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  • Writer's pictureSteven Villa

New NEM 3 Regulations: An Overview

What is the meaning of NEM in Electricity?

NEM, or "Net Energy Metering," is a system that allows customers with renewable energy sources, such as solar systems, to send excess electricity back into the grid. Sending excess electricity into the grid helps offset the customer's electric bill by providing credits for future usage. NEM is essential because it encourages customers to adopt renewable energy sources and contributes to a greener and more sustainable electricity industry.

NEM works by taking readings from two meters: an existing household meter, which measures how much electricity a consumer consumes from the grid, and a second meter installed at the consumer's home, which measures how much power their renewable source produces.

New NEM 3.0 Regulations

California has always been a leader in the solar energy movement, and the introduction of NEM 3 is the newest step forward in its efforts to promote clean, renewable energy. However, The California Public Utilities Commission (CPUC) has approved the latest version of the Net Energy Metering program, NEM 3.0. It is expected that the main alterations will include the following:

Flat Monthly Fee:

The grid access fee for interconnected participants will be flat at $10-15 per month.

Battery Storage:

Another critical aspect of NEM 3.0 is its focus on combining solar and battery storage due to the mismatch between peak solar production and peak energy consumption.

Under this regulation, homeowners with battery storage can take advantage of the high export rates of up to $3.32 per kWh during peak demand hours. By storing solar electricity generated during the day, they can release it onto the grid in the evening when export prices are highest.

Avoided Cost Calculator:

From 15-Dec-2022 onward, residential solar export rates under NEM 3.0 will be determined using an "Avoided Cost Calculator" instead of being based on retail electricity prices. It will reduce electricity export rates from an average of $0.30/kWh to $0.08/kWh. It means lower export rates lead to more extended payback periods and reduced cost savings for solar owners under this system.

Reduction in the minimum size of solar systems :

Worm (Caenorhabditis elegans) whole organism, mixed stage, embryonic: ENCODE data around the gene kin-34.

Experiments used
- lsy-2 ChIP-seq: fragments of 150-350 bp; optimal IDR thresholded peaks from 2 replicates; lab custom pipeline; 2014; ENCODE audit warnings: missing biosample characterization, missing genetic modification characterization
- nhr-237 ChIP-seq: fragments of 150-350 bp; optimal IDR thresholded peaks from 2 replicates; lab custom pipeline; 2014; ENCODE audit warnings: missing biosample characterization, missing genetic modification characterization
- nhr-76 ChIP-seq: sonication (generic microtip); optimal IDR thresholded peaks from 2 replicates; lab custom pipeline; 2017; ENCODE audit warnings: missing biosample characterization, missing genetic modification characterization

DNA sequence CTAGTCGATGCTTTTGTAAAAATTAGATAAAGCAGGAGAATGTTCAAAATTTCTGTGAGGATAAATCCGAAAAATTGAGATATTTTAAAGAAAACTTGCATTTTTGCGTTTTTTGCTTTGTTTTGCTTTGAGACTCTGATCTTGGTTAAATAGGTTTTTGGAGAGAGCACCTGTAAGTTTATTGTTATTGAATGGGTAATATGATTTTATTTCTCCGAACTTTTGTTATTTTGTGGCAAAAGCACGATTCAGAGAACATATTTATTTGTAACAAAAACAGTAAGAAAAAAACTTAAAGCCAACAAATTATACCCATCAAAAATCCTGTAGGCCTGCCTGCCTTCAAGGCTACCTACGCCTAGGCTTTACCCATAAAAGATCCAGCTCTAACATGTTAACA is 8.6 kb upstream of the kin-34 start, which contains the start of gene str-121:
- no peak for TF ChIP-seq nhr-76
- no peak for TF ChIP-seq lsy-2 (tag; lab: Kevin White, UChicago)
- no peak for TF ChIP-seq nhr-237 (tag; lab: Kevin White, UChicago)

Other important changes include reducing the minimum size of solar systems that qualify for net metering from 1 kW to 0.5 kW. Furthermore, customers who install systems larger than 10 kW now have a new "Customer Self-Generated Credit" program.

Decreased ROI:

Solar customers under NEM 2.0 usually get a payback of their investment in six years. With NEM 3.0, those with the same systems will need to wait seventeen years for a return.

Option to grandfathered into NEM 2.0:

NEM 3.0 offers a 120-day grace period for interconnection by April 15, 2023. In this way, the customers can benefit from the prior version of the Net Energy Metering (NEM) program, NEM 2.0.

How NEM 3.0 is Different From NEM 2.0/or NEM 1.0

Net Energy Metering (NEM) began in 1996 with California Code SB 656. It intended to spur the use of solar power through incentives such as bill credits for energy sold back to the grid.

NEM 1.0, applicable to customers before July 1, 2017, included no by-passable charges, a $1 monthly connection fee, and a $0.25 per kWh bill credit, resulting in an average monthly savings of $245 for a 10 kW system with a six-year ROI.

Later on, NEM 2.0 was introduced to boost solar installations and employment opportunities by establishing a 20-year rate scheme available to customers from July 1, 2017, onwards.

It consists of: a 0.02 cent per kWh by-passable charge; a one-time interconnection fee of $75; a monthly connection fee ranging from $10 to $20; a 0.25 cent per kWh bill credit; a 10 kW system providing a regular savings of $204 per month; and an average Return on Investment of six years.